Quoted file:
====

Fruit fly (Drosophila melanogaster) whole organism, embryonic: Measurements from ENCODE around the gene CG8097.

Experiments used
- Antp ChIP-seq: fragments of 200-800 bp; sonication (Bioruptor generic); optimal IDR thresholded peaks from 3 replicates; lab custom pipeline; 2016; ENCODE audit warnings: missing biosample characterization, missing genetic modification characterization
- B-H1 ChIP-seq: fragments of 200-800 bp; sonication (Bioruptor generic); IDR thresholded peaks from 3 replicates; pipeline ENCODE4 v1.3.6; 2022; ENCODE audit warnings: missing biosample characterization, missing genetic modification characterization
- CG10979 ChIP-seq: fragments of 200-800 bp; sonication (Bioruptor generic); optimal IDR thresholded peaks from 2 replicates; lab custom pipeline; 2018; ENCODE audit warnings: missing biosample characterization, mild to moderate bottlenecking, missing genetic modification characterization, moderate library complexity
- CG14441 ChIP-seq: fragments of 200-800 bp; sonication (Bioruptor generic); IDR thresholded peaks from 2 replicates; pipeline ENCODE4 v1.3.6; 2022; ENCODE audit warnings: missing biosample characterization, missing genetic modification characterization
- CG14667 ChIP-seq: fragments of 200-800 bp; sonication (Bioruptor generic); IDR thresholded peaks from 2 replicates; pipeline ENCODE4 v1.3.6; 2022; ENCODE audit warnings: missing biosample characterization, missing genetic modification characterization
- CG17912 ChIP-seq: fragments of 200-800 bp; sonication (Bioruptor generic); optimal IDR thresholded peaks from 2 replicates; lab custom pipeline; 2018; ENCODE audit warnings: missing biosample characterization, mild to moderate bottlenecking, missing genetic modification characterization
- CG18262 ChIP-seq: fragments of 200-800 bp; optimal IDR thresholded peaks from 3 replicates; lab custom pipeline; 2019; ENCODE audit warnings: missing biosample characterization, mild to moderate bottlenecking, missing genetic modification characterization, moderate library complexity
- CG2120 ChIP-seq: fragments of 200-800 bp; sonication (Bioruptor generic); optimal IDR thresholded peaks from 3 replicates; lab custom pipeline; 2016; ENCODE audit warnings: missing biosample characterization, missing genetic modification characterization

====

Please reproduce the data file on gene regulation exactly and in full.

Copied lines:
Fruit fly (Drosophila melanogaster) whole organism, embryonic: Measurements from ENCODE around the gene CG8097.

Experiments used
- Antp ChIP-seq: fragments of 200-800 bp; sonication (Bioruptor generic); optimal IDR thresholded peaks from 3 replicates; lab custom pipeline; 2016; ENCODE audit warnings: missing biosample characterization, missing genetic modification characterization
- B-H1 ChIP-seq: fragments of 200-800 bp; sonication (Bioruptor generic); IDR thresholded peaks from 3 replicates; pipeline ENCODE4 v1.3.6; 2022; ENCODE audit warnings: missing biosample characterization, missing genetic modification characterization
- CG10979 ChIP-seq: fragments of 200-800 bp; sonication (Bioruptor generic); optimal IDR thresholded peaks from 2 replicates; lab custom pipeline; 2018; ENCODE audit warnings: missing biosample characterization, mild to moderate bottlenecking, missing genetic modification characterization, moderate library complexity
- CG14441 ChIP-seq: fragments of 200-800 bp; sonication (Bioruptor generic); IDR thresholded peaks from 2 replicates; pipeline ENCODE4 v1.3.6; 2022; ENCODE audit warnings: missing biosample characterization, missing genetic modification characterization
- CG14667 ChIP-seq: fragments of 200-800 bp; sonication (Bioruptor generic); IDR thresholded peaks from 2 replicates; pipeline ENCODE4 v1.3.6; 2022; ENCODE audit warnings: missing biosample characterization, missing genetic modification characterization
- CG17912 ChIP-seq: fragments of 200-800 bp; sonication (Bioruptor generic); optimal IDR thresholded peaks from 2 replicates; lab custom pipeline; 2018; ENCODE audit warnings: missing biosample characterization, mild to moderate bottlenecking, missing genetic modification characterization
- CG18262 ChIP-seq: fragments of 200-800 bp; optimal IDR thresholded peaks from 3 replicates; lab custom pipeline; 2019; ENCODE audit warnings: missing biosample characterization, mild to moderate bottlenecking, missing genetic modification characterization, moderate library complexity
- CG2120 ChIP-seq: fragments of 200-800 bp; sonication (Bioruptor generic); optimal IDR thresholded peaks from 3 replicates; lab custom pipeline; 2016; ENCODE audit warnings: missing biosample characterization, missing genetic modification characterization